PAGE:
There are two types of PEX tools—rule-based extraction tools and field solvers. A field solver uses algorithms such as finite difference method (FDM) to provide a highly accurate extraction of parasitic effects by analyzing the actual electric field in the device. Rule-based PEX tools use the results from field solvers collected over multiple designs to create a pre-defined set of rules that cover the majority of PEX conditions. Because they use this ruleset, they typically run much faster than a field solver, at the expense of some level of accuracy.


Compared to rule-based extraction tools, a field solver is much more accurate. Rule-based tools apply pre-determined rules to the design to extract parasitic effects, but these rules may not account for all the variables in the design. Because field solvers use mathematical calculations, they provide a much more accurate extraction of parasitic effects.


A field solver also offers greater flexibility in terms of design application. As designs become more complex, rule-based tools may not be equipped to handle their intricacies. A field solver can easily adapt to these complexities, as it does not rely on predetermined rules. This flexibility makes it a powerful tool across digital, analog, and mixed-signal designs.


Unlike rule-based tools, a field solver can provide full coverage of all parasitic effects. This is partly because the solver can account for certain configurations of geometries in the design that a rule-based tool may miss, but also because it can analyze all layers of the design. Rule-based tools typically only analyze certain types of structures (since that information is built into how the tool does the modeling), which may lead to inaccurate results.


While the accuracy and flexibility of field solvers are clear advantages, they come at a cost: computation time. However, recent advances in field solver technology have greatly reduced computation time, making them much more feasible for larger designs, especially when using multiple CPUs. The turnaround time of a field solver can now be brought down to a runtime similar to that of rule-based extraction tools by adding more CPUs to the PEX run.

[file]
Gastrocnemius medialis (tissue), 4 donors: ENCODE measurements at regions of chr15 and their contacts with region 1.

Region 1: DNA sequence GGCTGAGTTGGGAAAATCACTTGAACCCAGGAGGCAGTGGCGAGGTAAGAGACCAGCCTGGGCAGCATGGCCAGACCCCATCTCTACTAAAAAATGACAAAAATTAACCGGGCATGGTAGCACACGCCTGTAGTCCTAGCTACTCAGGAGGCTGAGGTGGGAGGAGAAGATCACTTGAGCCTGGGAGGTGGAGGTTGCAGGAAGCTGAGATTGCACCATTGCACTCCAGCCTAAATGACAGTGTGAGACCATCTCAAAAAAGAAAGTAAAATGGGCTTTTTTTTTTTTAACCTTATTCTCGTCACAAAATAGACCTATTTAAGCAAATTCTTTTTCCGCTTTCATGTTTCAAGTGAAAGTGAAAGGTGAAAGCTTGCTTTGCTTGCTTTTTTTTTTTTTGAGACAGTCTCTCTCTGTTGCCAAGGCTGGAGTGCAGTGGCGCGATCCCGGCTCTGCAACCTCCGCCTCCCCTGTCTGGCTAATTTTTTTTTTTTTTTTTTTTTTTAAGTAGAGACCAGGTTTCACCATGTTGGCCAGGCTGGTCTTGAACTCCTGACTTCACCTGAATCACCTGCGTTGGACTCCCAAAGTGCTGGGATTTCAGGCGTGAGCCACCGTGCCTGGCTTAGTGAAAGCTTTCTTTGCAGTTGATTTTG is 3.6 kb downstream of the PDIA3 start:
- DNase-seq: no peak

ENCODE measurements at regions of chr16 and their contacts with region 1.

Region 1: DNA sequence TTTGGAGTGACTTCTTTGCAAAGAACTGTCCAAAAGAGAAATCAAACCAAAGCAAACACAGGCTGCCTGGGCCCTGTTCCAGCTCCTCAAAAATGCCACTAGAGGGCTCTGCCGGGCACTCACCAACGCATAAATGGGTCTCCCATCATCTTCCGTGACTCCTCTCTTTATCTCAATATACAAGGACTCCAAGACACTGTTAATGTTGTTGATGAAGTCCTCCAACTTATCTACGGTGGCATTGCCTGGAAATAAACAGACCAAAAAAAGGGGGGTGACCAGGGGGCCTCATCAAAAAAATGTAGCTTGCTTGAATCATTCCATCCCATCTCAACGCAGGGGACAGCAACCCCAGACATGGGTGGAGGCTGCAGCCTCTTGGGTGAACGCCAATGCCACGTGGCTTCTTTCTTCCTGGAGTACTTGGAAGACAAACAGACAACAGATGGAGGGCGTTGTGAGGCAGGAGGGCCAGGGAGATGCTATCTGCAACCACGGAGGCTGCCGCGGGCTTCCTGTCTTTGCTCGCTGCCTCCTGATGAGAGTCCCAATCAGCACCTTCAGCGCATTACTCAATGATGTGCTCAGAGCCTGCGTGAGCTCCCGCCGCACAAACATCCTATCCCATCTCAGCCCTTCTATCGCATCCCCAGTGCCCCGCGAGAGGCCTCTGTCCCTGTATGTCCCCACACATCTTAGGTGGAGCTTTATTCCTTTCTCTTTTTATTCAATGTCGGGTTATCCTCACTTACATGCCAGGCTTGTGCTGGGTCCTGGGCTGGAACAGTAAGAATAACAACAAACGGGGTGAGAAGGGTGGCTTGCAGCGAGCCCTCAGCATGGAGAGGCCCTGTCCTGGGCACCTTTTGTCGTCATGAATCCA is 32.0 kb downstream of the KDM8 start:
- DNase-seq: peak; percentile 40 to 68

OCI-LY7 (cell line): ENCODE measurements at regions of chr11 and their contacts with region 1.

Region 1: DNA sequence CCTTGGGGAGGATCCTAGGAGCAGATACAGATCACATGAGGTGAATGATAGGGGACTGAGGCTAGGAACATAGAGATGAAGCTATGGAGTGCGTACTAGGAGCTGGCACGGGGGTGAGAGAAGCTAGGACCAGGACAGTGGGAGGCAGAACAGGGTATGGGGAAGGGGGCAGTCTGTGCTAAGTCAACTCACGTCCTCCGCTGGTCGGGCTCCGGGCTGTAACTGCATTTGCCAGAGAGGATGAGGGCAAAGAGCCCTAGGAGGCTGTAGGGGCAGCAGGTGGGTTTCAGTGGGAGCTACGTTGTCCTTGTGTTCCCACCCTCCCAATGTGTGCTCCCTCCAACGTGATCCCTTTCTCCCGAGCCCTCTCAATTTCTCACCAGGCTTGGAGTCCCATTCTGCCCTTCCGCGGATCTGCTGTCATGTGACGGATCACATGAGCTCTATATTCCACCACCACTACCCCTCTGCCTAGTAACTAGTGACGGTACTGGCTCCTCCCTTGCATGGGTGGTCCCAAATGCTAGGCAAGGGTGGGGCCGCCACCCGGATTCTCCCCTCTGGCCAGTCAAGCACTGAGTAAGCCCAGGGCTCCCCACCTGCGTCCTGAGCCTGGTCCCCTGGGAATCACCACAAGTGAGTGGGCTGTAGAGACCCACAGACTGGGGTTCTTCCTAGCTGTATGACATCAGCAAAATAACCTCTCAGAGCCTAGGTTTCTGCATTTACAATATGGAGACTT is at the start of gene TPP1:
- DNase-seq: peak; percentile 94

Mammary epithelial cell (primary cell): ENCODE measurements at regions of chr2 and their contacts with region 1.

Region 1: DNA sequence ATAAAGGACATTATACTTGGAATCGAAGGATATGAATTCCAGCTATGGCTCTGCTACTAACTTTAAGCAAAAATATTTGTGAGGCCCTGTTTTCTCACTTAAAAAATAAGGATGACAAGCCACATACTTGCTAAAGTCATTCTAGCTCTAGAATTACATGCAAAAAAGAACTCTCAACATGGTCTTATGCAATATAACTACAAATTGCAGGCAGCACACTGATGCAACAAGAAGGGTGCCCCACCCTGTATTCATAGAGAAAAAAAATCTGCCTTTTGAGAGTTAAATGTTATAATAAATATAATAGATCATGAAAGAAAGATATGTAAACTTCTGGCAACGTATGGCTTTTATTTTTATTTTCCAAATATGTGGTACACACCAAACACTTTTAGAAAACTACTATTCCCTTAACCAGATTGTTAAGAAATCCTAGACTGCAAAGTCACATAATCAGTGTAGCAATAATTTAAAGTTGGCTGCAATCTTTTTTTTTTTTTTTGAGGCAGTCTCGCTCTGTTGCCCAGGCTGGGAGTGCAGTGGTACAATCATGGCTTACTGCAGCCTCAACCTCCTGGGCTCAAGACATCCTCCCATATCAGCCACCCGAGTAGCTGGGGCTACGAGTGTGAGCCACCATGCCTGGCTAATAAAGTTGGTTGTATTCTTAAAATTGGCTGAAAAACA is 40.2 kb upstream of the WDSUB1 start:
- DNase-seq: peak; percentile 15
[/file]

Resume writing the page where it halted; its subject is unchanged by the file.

Although field solvers may seem like a significant investment, they can actually save design companies money in the long run. By providing accurate and comprehensive parasitic extraction, field solvers can greatly reduce errors in designs and reduce the number of design iterations needed. This accuracy ultimately saves time and resources, which can lead to significant cost savings.

Infineon and PEX technology

Infineon semiconductor products are used in every conceivable market and portfolio, from the smallest mobile devices to the largest industrial applications. Supplying products that deliver their intended performance and reliability is a critical success factor, and accurate PEX is one of the essential processes in the Infineon design and verification flow.

For Infineon, selecting an efficient and accurate reference field solver is an important part of establishing a reliable PEX flow. As part of the Infineon process for benchmarking field solvers, they defined a set of acceptance criteria that includes criteria related to accuracy, as well as the ability to handle multiple technology nodes (from 130nm to 22nm) and different power technologies (including non-planar processes). Additionally, they looked for computation performance that is easily multi-threaded and adaptable to their computation infrastructure. Finally, they wanted a field solver that simplifies the generation of technology files (including those for external foundry processes) and which can be used with a large number of test structures, including process control monitoring (PCM) structures. This last requirement allows Infineon to directly correlate field solver results with physical measurement data.